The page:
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Inspectors Raise 'Serious Concerns' About Patient Safety at Emergency Unit

A hospital emergency department was forced to operate at more than 300% of its capacity this winter, a report has revealed, with concerns now being raised with NHS bosses about patient care as a result.

Healthcare Improvement Scotland (HIS) has written to NHS Lothian to escalate its "serious concerns about patient safety within the emergency department" at the Royal Infirmary of Edinburgh.

Inspectors who visited the hospital in February said staff had reported a range of incidents "affecting both patient and staff safety", including cases of violence and aggression towards staff, patients receiving the wrong medication, and instances where patients had fallen off trolleys. The report also told how a patient was "observed in a corridor area on urine-soaked sheets, with another patient on a blood-stained pillow for several hours before this was changed". HIS shared how staff had "reported fundamental patient care needs were not met and had raised concern about the impact of overcrowding on patient dignity".

Its report said: "Inspectors observed that the emergency department was overcrowded, at times with no space for staff to move in any direction due to the number of patients being cared for in corridors and around the nursing stations."

As a result, the inspectors said they were "not assured of fire safety within the emergency department" – saying this issue had been "escalated to NHS Lothian along with other concerns".

It comes after the inspection team visited Edinburgh Royal Infirmary over 3 days in February, at a time when the NHS was "experiencing a significant range of pressures".

Unit Operated at Over 300% Capacity

At one point in the visit, inspectors found 110 patients in the emergency department – which has 35 cubicles and four resuscitation bays. They observed that "patients were being cared for on trolleys in corridor areas or at the side of the nursing stations".

The report went on to note: "Evidence provided by NHS Lothian demonstrated that within the week prior to the first onsite inspection, the department was at times operating at over 300% capacity."

Describing the emergency department as being "extremely busy", the report went on to raise concerns about patient dignity. During their visits inspectors saw patients being cared for on trolleys beside nursing stations, and "many patients on these trolleys did not have blankets to cover them". There was also "a very visibly distressed patient who had removed their outer clothes leaving only their underwear in place whilst being cared for on a trolley beside the nursing station".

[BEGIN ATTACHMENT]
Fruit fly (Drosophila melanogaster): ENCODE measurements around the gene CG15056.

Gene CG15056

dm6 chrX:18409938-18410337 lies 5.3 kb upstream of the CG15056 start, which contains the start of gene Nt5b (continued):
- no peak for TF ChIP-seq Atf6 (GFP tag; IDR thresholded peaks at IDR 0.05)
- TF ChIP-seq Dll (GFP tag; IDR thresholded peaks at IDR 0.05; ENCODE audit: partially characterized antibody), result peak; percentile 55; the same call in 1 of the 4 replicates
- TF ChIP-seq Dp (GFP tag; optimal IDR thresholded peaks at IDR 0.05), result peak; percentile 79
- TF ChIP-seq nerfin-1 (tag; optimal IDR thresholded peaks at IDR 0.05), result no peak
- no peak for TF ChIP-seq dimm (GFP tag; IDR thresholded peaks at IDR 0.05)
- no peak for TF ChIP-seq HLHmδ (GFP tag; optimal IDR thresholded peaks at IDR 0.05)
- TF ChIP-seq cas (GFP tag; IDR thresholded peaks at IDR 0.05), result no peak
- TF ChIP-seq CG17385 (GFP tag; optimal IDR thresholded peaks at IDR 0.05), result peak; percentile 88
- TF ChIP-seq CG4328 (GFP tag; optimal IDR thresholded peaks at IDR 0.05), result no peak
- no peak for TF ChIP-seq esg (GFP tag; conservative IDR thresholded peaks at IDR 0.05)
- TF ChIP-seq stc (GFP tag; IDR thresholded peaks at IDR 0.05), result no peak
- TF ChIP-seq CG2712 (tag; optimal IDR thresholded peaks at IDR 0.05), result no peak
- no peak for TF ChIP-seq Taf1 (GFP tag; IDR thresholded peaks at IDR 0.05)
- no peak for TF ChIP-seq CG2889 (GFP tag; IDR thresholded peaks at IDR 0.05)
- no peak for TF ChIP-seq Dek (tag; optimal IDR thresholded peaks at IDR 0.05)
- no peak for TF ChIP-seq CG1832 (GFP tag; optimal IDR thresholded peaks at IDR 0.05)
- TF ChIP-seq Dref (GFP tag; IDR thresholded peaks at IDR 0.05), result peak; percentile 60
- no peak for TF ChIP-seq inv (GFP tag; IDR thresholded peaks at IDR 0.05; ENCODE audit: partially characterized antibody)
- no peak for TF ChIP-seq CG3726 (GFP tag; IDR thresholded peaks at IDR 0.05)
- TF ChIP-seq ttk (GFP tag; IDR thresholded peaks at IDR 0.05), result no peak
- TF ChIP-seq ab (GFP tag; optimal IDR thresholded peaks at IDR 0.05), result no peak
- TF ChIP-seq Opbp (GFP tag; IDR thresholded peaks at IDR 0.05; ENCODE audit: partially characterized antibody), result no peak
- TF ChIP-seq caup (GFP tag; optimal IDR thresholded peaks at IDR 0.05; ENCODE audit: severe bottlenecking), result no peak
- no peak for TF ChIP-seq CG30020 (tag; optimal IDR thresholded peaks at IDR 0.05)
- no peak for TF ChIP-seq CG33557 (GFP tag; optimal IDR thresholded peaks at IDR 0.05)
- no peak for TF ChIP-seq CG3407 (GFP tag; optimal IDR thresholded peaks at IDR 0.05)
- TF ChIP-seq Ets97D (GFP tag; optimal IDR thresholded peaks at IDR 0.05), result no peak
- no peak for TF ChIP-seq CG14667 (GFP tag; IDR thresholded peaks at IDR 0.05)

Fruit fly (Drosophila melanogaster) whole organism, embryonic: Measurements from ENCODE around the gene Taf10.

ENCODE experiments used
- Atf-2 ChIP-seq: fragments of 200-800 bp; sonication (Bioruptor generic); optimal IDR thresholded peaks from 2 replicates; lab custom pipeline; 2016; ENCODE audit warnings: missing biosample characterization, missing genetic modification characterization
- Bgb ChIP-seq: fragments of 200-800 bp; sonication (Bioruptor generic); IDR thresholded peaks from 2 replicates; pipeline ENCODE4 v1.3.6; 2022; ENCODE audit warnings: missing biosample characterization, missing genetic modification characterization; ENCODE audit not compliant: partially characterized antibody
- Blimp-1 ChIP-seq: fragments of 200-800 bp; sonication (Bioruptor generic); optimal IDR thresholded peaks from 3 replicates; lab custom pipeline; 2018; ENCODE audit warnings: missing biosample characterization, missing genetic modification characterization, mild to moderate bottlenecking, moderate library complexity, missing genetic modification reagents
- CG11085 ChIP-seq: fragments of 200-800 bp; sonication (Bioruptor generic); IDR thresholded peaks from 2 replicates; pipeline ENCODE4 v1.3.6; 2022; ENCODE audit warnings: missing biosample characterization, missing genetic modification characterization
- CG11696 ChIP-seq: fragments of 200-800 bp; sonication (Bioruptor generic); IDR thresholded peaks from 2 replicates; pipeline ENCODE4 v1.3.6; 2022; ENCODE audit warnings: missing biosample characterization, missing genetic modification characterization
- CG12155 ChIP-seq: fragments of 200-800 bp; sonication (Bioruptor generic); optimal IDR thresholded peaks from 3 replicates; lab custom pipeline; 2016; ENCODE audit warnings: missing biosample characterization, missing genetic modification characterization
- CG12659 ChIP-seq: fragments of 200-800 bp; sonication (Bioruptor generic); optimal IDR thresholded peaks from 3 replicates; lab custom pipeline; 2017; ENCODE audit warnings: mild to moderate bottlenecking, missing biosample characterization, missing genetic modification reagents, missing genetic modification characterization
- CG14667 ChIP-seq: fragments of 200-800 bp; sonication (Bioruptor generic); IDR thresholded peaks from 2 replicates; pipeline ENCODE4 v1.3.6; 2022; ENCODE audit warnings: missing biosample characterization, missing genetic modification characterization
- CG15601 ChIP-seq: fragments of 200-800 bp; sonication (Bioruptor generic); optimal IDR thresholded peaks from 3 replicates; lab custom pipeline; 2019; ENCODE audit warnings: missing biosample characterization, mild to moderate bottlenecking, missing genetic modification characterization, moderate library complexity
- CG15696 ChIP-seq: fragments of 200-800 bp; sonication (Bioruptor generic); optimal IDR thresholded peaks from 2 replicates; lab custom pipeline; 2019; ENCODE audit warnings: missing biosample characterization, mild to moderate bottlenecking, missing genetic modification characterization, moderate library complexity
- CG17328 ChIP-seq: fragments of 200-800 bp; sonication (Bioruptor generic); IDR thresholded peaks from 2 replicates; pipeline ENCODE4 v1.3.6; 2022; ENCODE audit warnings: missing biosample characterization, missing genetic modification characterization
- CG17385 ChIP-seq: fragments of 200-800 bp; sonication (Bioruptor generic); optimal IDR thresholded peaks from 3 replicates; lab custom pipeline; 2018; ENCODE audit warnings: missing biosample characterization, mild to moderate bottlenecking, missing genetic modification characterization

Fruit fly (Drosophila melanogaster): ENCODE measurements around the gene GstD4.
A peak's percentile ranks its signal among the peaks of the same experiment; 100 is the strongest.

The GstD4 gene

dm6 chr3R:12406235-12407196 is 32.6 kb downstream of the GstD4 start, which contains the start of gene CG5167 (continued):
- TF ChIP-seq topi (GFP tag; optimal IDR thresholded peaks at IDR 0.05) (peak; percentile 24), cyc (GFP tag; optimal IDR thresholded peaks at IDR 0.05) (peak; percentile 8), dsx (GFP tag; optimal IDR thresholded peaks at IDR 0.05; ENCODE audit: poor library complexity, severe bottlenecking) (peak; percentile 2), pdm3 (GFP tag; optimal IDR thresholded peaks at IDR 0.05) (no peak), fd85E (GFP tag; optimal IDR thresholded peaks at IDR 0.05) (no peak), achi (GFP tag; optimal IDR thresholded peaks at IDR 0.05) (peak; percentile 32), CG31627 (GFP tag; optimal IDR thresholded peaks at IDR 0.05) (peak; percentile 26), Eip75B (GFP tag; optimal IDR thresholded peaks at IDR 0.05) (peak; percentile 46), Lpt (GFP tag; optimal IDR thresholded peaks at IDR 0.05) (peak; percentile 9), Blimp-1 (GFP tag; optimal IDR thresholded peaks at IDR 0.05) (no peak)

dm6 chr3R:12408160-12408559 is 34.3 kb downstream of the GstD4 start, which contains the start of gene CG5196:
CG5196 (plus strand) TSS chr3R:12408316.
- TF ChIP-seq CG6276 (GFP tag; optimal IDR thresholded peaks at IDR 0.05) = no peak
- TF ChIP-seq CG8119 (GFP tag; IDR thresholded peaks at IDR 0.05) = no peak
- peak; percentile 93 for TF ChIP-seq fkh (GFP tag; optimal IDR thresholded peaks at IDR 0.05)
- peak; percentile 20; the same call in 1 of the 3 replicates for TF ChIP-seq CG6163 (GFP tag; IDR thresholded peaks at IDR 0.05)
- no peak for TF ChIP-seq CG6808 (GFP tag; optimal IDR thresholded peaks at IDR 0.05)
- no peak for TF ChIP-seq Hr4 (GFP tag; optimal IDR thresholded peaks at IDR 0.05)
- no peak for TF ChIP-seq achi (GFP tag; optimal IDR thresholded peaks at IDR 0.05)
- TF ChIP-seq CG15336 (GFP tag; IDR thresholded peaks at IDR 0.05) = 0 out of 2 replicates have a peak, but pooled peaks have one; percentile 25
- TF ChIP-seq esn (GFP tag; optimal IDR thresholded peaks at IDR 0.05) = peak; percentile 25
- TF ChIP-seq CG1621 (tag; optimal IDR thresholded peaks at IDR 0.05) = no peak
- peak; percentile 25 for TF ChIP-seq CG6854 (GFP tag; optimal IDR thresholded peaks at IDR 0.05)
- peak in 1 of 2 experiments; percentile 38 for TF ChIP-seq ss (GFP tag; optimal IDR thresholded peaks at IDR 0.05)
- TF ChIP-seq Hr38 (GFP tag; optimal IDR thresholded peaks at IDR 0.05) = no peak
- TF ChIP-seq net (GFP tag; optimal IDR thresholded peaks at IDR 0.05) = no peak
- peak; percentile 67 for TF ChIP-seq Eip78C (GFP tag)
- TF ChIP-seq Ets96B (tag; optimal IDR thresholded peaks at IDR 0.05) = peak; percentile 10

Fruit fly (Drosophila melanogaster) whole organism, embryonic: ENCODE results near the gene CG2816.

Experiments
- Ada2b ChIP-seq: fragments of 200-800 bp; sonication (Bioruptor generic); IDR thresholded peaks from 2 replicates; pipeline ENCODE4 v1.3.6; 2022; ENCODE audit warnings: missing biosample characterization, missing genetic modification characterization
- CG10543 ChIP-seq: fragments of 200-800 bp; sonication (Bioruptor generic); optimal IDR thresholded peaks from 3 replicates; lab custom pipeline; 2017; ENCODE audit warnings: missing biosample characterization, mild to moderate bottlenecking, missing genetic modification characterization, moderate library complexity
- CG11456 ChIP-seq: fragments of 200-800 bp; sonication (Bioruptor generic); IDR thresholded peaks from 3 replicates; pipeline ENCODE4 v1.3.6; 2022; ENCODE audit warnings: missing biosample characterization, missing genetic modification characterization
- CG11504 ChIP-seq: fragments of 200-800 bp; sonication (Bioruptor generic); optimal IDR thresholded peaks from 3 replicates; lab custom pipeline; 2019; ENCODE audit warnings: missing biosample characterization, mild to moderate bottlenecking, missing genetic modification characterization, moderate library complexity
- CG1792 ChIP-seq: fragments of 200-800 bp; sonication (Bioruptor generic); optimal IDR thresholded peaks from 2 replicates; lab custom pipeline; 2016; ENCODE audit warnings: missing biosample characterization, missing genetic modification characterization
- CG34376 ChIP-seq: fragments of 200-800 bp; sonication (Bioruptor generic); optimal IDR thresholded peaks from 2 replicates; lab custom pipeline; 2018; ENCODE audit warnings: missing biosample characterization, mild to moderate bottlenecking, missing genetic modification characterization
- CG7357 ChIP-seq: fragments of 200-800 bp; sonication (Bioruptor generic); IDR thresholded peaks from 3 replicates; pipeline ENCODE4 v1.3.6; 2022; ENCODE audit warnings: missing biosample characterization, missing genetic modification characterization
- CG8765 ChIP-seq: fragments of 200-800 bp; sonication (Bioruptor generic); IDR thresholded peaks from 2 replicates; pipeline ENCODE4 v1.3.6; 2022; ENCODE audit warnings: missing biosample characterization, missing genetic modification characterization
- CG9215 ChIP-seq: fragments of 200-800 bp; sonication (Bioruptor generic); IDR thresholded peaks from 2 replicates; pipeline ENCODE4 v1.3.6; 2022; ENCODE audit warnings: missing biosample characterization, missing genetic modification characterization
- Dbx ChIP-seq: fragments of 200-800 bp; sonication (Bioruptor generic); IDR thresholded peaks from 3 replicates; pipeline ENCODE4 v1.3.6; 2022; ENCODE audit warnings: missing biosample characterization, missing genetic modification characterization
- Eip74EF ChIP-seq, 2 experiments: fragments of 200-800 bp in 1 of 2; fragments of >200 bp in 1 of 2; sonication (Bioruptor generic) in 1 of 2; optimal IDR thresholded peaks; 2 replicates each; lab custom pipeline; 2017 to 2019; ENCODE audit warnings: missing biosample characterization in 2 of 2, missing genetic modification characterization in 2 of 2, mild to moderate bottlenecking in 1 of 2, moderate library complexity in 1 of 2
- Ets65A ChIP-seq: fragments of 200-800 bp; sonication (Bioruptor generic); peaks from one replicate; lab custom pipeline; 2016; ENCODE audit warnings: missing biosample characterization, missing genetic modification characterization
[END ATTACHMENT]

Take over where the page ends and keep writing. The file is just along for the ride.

Other patients in the area who saw this "also appeared distressed", the report said, adding that when inspectors highlighted the situation to nursing staff they were told the patient had been given pain relief, but the report said "no further action was taken to support patient dignity".

'More Patients Than Available Space'

While the emergency department had "more patients than available space", the report said a third of staff on duty during inspection visits were supplementary staff – such as staff working additional hours after a shift has ended or agency workers. HIS said "this had a negative impact on the safe delivery of care", as pressures within the department meant senior staff did not have time to monitor the quality of care being delivered.

The report said "leadership and oversight of care within the emergency department was not effective", while medical staff were "openly critical of senior leaders in discussions with inspectors". Medical staff also "expressed frustration with the overcrowding and that risks to patients and staff as a result were not being addressed", the report added.

HIS has written to NHS Lothian Chief Executive Calum Campbell, seeking written assurance on the immediate actions the health board will take to address its concerns.

Alison Macdonald, nurse director at NHS Lothian, said: "There has been unprecedented pressure on our healthcare systems, which has been relentless in recent times, as the inspection team was able to experience first-hand."

But she said NHS Lothian is now "focused on our improvement and safety action plans".

Ms Macdonald added: "We accept and acknowledge the findings of the HIS report and we sincerely apologise to patients for longer than usual waiting times in the ED and a poorer experience of care."

She said NHS Lothian had "already begun our own improvement work when the inspectors carried out their first visit" – adding that when they came back for a follow-up visit, "it was clear to see that improvements had already been made".

But she added: "We recognise too that there is much work to be done. Safety and wellbeing of patients and staff are our main priorities, and I want to reassure them that we are doing everything possible to improve."